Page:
Daily Tech Digest - April 07, 2024

AI advancements are fueling cloud infrastructure spending

The IDC report offers insights into the evolving landscape of cloud deployment infrastructure spending, explicitly focusing on AI. I’m not sure that anyone will push back on that. However, there are some other market dynamics that we should be paying attention to, namely:Tech leaders’ rapid deployment of AI capabilities is changing infrastructure requirements, emphasizing the need for specialized, high-performance hardware. However, this will likely translate quickly into storage and databases, which are more critical to AI than processing. Who would have thunk? The shift towards GPU-heavy servers at higher price points but fewer units sold reflects the evolving market dynamics influenced by the priorities of cloud providers and enterprise tech behemoths. As I pointed out, this could be a false objective that leads many, including the cloud providers, down the wrong path. ... The significant uptick in cloud infrastructure spending underscores a robust investment in AI-related capabilities, which has far-reaching implications for technology and business landscapes.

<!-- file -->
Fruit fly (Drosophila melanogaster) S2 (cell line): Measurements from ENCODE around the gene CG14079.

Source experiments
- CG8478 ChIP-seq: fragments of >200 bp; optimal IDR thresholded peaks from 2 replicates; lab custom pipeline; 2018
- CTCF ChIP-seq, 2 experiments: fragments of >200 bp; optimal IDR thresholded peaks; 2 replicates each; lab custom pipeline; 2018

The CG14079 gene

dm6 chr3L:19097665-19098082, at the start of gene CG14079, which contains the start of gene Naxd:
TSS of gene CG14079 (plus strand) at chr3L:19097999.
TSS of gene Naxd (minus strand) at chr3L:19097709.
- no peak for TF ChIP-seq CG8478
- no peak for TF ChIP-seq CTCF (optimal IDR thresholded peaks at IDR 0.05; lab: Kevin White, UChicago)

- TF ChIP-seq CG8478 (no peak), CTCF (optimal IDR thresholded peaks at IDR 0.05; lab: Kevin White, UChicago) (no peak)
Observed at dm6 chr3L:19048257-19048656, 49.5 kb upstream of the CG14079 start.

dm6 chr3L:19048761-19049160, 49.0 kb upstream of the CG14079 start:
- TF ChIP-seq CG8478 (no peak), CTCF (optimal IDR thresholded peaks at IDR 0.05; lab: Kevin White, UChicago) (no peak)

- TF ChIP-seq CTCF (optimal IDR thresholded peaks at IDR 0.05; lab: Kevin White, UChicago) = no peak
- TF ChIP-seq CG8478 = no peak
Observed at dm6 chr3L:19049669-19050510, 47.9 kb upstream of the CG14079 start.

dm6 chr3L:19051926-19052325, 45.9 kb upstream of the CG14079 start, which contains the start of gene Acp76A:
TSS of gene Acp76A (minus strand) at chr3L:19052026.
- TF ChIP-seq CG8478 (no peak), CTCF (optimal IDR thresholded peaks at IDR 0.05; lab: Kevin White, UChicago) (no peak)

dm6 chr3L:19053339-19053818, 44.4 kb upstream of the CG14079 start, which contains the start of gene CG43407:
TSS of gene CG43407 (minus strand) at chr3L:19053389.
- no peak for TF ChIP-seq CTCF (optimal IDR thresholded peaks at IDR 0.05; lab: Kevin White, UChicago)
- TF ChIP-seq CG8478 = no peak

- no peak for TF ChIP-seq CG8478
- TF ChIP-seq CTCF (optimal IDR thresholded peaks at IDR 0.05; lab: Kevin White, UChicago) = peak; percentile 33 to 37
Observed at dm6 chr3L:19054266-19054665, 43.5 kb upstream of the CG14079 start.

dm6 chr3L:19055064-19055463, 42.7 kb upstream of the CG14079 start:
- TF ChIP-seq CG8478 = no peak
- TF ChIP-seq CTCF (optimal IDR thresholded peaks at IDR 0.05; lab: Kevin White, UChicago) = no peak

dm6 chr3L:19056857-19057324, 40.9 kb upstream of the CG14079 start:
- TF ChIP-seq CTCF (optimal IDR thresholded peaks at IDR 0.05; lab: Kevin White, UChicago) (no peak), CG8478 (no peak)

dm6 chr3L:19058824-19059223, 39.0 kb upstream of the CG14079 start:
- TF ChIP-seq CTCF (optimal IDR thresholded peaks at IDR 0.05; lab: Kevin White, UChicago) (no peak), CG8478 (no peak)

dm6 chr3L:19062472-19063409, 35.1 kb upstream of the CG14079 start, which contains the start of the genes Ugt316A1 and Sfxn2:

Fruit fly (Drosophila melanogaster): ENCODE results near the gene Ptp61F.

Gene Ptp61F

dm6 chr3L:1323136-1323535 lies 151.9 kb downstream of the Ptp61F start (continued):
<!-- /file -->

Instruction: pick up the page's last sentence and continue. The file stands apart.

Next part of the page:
How to develop your skillset for the AI era

Grounded in a rich understanding of the broader context and enhanced by a diverse skill set, building specialization will ensure that engineers can bring unique insights, creativity, and solutions that AI cannot. It's the intersection of depth and breadth in an engineer's expertise that will define their irreplaceability in an AI-driven world. This is where Roger Martin's Doctrine of Relentless Utility comes into play, a career strategy that focuses on finding your niche and monopolizing it. As you become more adept at navigating between different roles and perspectives, you'll be better positioned to uncover unique opportunities where your particular blend of skills and interests intersect with unmet needs within your team or organization. Aligning what you're good at with areas where you can make a significant impact allows you to establish a distinctive role that plays to your strengths and passions. This strategy promotes an active, value-driven approach, looking for ways to contribute beyond the usual scope of your role. Your niche could be bridging the gap between advanced technical knowledge and non-technical stakeholders or clients.